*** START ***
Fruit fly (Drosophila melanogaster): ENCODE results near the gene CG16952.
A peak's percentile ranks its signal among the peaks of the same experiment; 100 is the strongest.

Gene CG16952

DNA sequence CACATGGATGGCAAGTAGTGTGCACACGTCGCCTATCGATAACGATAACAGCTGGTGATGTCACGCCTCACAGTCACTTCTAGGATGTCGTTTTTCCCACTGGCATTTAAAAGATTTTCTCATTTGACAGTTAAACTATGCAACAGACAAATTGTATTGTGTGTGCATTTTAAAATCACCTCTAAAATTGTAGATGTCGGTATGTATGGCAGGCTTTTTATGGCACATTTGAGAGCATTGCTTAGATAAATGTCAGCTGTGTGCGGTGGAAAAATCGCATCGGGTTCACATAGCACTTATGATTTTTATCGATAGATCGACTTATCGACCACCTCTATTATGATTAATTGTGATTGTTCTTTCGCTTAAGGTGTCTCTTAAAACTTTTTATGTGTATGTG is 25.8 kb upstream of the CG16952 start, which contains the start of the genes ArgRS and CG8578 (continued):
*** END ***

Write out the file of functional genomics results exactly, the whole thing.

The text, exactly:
Fruit fly (Drosophila melanogaster): ENCODE results near the gene CG16952.
A peak's percentile ranks its signal among the peaks of the same experiment; 100 is the strongest.

Gene CG16952

DNA sequence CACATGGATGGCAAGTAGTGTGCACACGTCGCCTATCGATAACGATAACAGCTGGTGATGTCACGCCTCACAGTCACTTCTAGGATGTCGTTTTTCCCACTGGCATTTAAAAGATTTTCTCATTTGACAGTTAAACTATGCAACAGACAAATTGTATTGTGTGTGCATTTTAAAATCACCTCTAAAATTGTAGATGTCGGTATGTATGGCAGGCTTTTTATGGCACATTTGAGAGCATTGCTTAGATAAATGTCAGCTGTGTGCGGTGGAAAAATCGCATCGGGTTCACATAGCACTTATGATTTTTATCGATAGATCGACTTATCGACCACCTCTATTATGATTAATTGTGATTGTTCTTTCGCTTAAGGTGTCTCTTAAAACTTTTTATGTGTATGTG is 25.8 kb upstream of the CG16952 start, which contains the start of the genes ArgRS and CG8578 (continued):